Memory allocation to specific neurons (neuronal allocation) and synapses (synaptic allocation) in a neurocircuit is not random; instead, specific mechanisms determine which synapses and neurons go on to store a specific memory.
Mechanisms that determine which neurons are recruited to store a given memory include activation of the transcription factor cyclic AMP-dependent element-binding protein (CREB) and increases in neuronal excitability, such as decreases in the afterhyperpolarization.
Synaptic tagging and capture, as well as synaptic clustering mechanisms determine which synapses go on to encode a given memory; therefore, they are key mechanisms of memory allocation.
In the Review, we introduce an integrated view of neuronal allocation, synaptic tagging and capture, spine clustering and metaplasticity. We propose that these processes reflect different memory allocation mechanisms.
We also discuss how deficits in memory allocation could result in cognitive pathologies, such as those associated with ageing or schizophrenia.
There is now compelling evidence that the allocation of memory to specific neurons (neuronal allocation) and synapses (synaptic allocation) in a neurocircuit is not random and that instead specific mechanisms, such as increases in neuronal excitability and synaptic tagging and capture, determine the exact sites where memories are stored. We propose an integrated view of these processes, such that neuronal allocation, synaptic tagging and capture, spine clustering and metaplasticity reflect related aspects of memory allocation mechanisms. Importantly, the properties of these mechanisms suggest a set of rules that profoundly affect how memories are stored and recalled.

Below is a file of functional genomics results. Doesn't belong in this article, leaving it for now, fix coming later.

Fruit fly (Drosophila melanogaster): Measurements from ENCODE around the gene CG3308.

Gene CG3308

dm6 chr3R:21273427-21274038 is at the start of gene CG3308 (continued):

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We thank members of the Silva laboratory and P. Golshani's laboratory (see Further information box for the link to the homepage) for discussions that shaped the material and ideas in this Review. The work was supported by grants P50 MH077972, R37 AG013622, and from the Dr. Miriam & Sheldon G. Adelson Medical Research Foundation to A.J.S., 1T32NS058280, 1F31MH092057-01, 2012–13 DYF to T.R., Human Frontiers to M.L.A. and 5 F32 MH097413-02 to D.C.
The authors declare no competing financial interests.
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Rogerson, T., Cai, D., Frank, A. et al. Synaptic tagging during memory allocation. Nat Rev Neurosci 15, 157–169 (2014). https://doi.org/10.1038/nrn3667
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